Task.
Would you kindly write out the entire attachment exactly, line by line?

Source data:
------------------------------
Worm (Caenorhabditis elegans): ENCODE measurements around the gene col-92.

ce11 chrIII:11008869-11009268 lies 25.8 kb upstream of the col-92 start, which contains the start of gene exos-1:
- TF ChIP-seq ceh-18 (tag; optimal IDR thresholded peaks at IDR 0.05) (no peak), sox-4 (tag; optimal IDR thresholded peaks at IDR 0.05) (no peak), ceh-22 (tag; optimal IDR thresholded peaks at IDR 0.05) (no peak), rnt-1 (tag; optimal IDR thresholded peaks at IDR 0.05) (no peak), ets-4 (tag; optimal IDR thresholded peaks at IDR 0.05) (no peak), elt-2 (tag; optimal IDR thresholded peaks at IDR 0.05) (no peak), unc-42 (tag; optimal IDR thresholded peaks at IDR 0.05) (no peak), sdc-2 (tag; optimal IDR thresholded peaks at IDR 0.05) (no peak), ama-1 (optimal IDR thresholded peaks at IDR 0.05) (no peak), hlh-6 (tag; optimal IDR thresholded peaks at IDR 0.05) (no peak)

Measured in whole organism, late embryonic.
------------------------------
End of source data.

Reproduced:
Worm (Caenorhabditis elegans): ENCODE measurements around the gene col-92.

ce11 chrIII:11008869-11009268 lies 25.8 kb upstream of the col-92 start, which contains the start of gene exos-1:
- TF ChIP-seq ceh-18 (tag; optimal IDR thresholded peaks at IDR 0.05) (no peak), sox-4 (tag; optimal IDR thresholded peaks at IDR 0.05) (no peak), ceh-22 (tag; optimal IDR thresholded peaks at IDR 0.05) (no peak), rnt-1 (tag; optimal IDR thresholded peaks at IDR 0.05) (no peak), ets-4 (tag; optimal IDR thresholded peaks at IDR 0.05) (no peak), elt-2 (tag; optimal IDR thresholded peaks at IDR 0.05) (no peak), unc-42 (tag; optimal IDR thresholded peaks at IDR 0.05) (no peak), sdc-2 (tag; optimal IDR thresholded peaks at IDR 0.05) (no peak), ama-1 (optimal IDR thresholded peaks at IDR 0.05) (no peak), hlh-6 (tag; optimal IDR thresholded peaks at IDR 0.05) (no peak)

Measured in whole organism, late embryonic.